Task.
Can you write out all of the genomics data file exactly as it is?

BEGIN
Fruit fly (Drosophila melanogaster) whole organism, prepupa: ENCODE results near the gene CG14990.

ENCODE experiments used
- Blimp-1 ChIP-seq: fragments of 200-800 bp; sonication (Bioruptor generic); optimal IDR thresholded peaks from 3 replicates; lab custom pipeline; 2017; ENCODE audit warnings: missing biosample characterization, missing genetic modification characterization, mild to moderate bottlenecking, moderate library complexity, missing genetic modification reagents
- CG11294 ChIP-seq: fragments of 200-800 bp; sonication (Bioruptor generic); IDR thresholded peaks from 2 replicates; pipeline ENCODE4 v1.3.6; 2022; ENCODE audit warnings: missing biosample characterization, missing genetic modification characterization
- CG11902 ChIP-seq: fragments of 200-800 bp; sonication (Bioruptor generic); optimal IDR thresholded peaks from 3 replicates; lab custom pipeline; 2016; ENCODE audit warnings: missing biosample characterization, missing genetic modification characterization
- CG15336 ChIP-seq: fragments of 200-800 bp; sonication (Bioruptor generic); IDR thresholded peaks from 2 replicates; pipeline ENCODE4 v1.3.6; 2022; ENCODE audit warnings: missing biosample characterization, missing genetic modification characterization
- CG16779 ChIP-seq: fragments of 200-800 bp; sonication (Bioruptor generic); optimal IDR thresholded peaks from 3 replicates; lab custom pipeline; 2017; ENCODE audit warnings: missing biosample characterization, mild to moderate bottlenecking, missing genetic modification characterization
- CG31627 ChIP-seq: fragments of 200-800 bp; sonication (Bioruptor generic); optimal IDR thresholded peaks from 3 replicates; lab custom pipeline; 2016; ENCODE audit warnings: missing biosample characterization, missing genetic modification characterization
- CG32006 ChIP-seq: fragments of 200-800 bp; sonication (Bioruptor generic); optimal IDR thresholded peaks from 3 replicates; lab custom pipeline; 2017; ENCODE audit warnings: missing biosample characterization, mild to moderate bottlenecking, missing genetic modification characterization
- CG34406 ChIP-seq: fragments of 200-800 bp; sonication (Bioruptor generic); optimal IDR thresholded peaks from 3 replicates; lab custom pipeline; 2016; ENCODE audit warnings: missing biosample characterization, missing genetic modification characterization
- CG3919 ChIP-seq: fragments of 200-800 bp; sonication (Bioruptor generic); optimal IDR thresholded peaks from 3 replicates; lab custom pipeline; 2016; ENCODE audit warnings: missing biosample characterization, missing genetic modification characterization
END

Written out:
Fruit fly (Drosophila melanogaster) whole organism, prepupa: ENCODE results near the gene CG14990.

ENCODE experiments used
- Blimp-1 ChIP-seq: fragments of 200-800 bp; sonication (Bioruptor generic); optimal IDR thresholded peaks from 3 replicates; lab custom pipeline; 2017; ENCODE audit warnings: missing biosample characterization, missing genetic modification characterization, mild to moderate bottlenecking, moderate library complexity, missing genetic modification reagents
- CG11294 ChIP-seq: fragments of 200-800 bp; sonication (Bioruptor generic); IDR thresholded peaks from 2 replicates; pipeline ENCODE4 v1.3.6; 2022; ENCODE audit warnings: missing biosample characterization, missing genetic modification characterization
- CG11902 ChIP-seq: fragments of 200-800 bp; sonication (Bioruptor generic); optimal IDR thresholded peaks from 3 replicates; lab custom pipeline; 2016; ENCODE audit warnings: missing biosample characterization, missing genetic modification characterization
- CG15336 ChIP-seq: fragments of 200-800 bp; sonication (Bioruptor generic); IDR thresholded peaks from 2 replicates; pipeline ENCODE4 v1.3.6; 2022; ENCODE audit warnings: missing biosample characterization, missing genetic modification characterization
- CG16779 ChIP-seq: fragments of 200-800 bp; sonication (Bioruptor generic); optimal IDR thresholded peaks from 3 replicates; lab custom pipeline; 2017; ENCODE audit warnings: missing biosample characterization, mild to moderate bottlenecking, missing genetic modification characterization
- CG31627 ChIP-seq: fragments of 200-800 bp; sonication (Bioruptor generic); optimal IDR thresholded peaks from 3 replicates; lab custom pipeline; 2016; ENCODE audit warnings: missing biosample characterization, missing genetic modification characterization
- CG32006 ChIP-seq: fragments of 200-800 bp; sonication (Bioruptor generic); optimal IDR thresholded peaks from 3 replicates; lab custom pipeline; 2017; ENCODE audit warnings: missing biosample characterization, mild to moderate bottlenecking, missing genetic modification characterization
- CG34406 ChIP-seq: fragments of 200-800 bp; sonication (Bioruptor generic); optimal IDR thresholded peaks from 3 replicates; lab custom pipeline; 2016; ENCODE audit warnings: missing biosample characterization, missing genetic modification characterization
- CG3919 ChIP-seq: fragments of 200-800 bp; sonication (Bioruptor generic); optimal IDR thresholded peaks from 3 replicates; lab custom pipeline; 2016; ENCODE audit warnings: missing biosample characterization, missing genetic modification characterization